For sequencing read alignment, a set of possible 17/18 bp tags was created from all CCGG sites in the mouse genome (mm9, downloaded from UCSC). Our custom Java-based software MOM was used to match sequencing reads to the set of tags50. Sequencing reads that can be mapped uniquely with up to one mismatch were tallied for each location and then used to calculate methylation level by the following formula as previously described7.
CpG sites with low counts (e.g. Inverse + HpaII < 30 counts) were excluded from further analysis.
R packages were used for all bioinformatic analysis unless specified. For CpG density calculation, 500 bp flanking sequences were fetched from mouse genome (mm9) for different subsets of MSCC sites. CpG density was calculated by the following formula:
where p(C) and p(G) denote the percentage of Cs and Gs in the sequence, respectively.
For functional annotation, MSCC sites were mapped to known genes using relevant tables from UCSC genome browser by in-house programs. Tissue-specificity and gene ontology analysis were done by DAVID (http://david.abcc.ncifcrf.gov). Three independent equal-sized gene sets were generated from all MSCC30+ sites as background sets to control for the gene length effect.
For bisulfite sequencing analysis, 1 μg of genomic DNA was treated with sodium bisulfite (Zymo) as previously described17. Sodium bisulfite converts unmethylated cytosines to uracils, whereas 5-methylcytosines and 5hmCs remain unconverted. The converted DNA was purified and 50 ng was used as the template in the 50 μl PCR reaction using Choice-Taq polymerase (Denville). Specific primers were designed to amplify regions of interest (listed in Supplementary Table 2). Fresh PCR products were purified (Qiagen) and cloned by TOPO-TA cloning method (Invitrogen) and sequenced. Unmethylated cytosines appear as thymines and methylated cytosines appear as cytosines. The efficiency of bisulfite conversion is confirmed by the complete conversion of non-CG cytosines to thymines in PCR-amplified sequences. We consider a difference of ≥ 20% in bisulfite sequencing as true differences in calculation of specificity and sensitivity of MSCC at different cut-offs by the following formulas:
For HpaII-based methylation-sensitive q-PCR analysis, 1 μg of genomic DNA was mock treated, or digested by HpaII or MspI for at least 4 hrs. After heat inactivation at 80°C for 20 min, the same volumes of reaction products were taken as templates for q-PCR with primers flanking the restriction sites (Supplementary Table 3). HpaII-resistant fraction was calculated as 2^(Ctundigested-CtHpaII). Less than 5% of MspI-resistant fractions confirmed the PCR specificity.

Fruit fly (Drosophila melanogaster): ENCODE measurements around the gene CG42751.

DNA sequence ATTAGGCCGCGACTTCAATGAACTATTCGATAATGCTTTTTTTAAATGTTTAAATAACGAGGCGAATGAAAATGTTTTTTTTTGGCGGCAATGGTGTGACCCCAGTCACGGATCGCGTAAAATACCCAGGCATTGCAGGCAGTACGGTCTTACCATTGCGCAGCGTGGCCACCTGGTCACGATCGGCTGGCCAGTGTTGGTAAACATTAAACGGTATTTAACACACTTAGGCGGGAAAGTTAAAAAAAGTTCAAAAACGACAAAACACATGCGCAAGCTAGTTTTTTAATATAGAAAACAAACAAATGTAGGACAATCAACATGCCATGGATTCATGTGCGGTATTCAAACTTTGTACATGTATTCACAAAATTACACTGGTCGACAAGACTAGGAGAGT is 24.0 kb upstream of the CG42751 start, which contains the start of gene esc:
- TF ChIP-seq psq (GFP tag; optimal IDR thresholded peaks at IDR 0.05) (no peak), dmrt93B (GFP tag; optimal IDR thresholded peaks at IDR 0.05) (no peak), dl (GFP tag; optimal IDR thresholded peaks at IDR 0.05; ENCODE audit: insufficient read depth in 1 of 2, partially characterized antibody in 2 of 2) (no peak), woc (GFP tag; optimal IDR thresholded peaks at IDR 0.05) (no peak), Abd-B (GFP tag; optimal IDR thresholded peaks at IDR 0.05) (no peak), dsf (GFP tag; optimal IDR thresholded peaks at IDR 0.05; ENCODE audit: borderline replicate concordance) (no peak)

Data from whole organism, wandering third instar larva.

Total RNA was extracted by TRIzol reagent (Invitrogen), and further purified by RNeasy columns (Qiagen). Processing, labelling, hydridization, and intensity acquisition was performed by Johns Hopkins Microarray Core Facility using standard protocols for Affymetrix GeneChip Mouse Exon 1.0ST Array. Two biological replicates were performed for both E0 and E4. Preprocessing of CEL files was performed using the oligo package in R. Raw intensities were log2-transformed, background-corrected, and quantile-normalized by RMA. Probe set information was downloaded from Affymetrix website. Using Refseq tables from UCSC Genome Browser, all non-exonic probesets were filtered out. Next, all exonic probesets within each Refseq transcript were averaged to obtain the gene-level expression values (Supplementary Table 6). To correlate CpG methylation and gene expression, relative distance of each MSCC site to its nearby gene(s) was calculated. The relative distance is represented by a value between − 0.5 to 1.5. Values between − 0.5 and 0 represent 5000 to 0 bp upstream from TSS. Value between 0 and 1 represent 0 to 100% along the gene body. Values between 1 and 1.5 represent 0 to 5000 bp downstream from TES. A moving window of 0.1 for relative distance was used to calculate averaged methylation levels for genes expressed at different levels, or Spearman's correlations of all sites within the window. To calculate the correlation between methylation changes and expression changes, MSCC sites of ΔMSCC ≥ 25% were used. For pathway analysis, genes with differential expression ≥ 0.5 were used.
We thank G. Church, S. Baylin, D. Ginty, and K. Christian for comments and suggestions, G. Sun for help with FACS, and W. Kim for providing some animals. This work was supported by NIH (AG024984, NS047344), McKnight, NARSAD, and Simons Foundations to H.S., by NIH (HD069184, NS048271), Johns Hopkins BSI, Dr. Miriam and Sheldon G. Adelson Medical Research Foundation, and NARSAD to G-l. M., and Lieber Institute start-up fund to Y.G.; J.U.G. was a FARMS fellow. M.H.J. was supported by a NIMH K99 award (MH090115). M.A.B. was a MSCRF fellow; M.P.B. was supported by grants from NIH to G. Church.
COMPETING FINANCIAL INTERESTS The authors declare no competing financial interests.
Accession Code. GEO accession number for microarray data: GSE30493.